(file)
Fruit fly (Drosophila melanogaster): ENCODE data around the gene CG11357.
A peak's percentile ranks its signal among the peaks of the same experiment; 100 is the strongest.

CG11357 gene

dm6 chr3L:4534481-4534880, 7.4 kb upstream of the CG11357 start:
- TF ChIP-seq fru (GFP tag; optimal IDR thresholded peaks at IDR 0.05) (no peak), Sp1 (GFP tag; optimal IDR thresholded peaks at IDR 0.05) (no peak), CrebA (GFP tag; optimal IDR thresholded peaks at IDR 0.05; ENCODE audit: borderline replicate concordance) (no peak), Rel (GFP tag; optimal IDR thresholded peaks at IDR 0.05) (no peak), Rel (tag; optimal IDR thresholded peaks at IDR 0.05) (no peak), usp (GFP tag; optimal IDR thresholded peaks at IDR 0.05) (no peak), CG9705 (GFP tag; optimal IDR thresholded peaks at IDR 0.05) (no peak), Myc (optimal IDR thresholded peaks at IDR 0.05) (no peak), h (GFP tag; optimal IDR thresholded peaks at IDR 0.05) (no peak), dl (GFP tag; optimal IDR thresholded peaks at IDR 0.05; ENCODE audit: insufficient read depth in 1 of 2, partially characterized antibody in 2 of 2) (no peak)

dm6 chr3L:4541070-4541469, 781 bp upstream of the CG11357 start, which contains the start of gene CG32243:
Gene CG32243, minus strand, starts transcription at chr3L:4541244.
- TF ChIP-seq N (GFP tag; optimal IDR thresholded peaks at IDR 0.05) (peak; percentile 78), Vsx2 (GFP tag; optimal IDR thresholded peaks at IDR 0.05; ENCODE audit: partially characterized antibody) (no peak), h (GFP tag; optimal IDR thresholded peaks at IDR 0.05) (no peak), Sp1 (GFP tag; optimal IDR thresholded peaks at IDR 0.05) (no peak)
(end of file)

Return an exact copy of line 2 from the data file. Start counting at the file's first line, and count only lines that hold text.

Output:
A peak's percentile ranks its signal among the peaks of the same experiment; 100 is the strongest.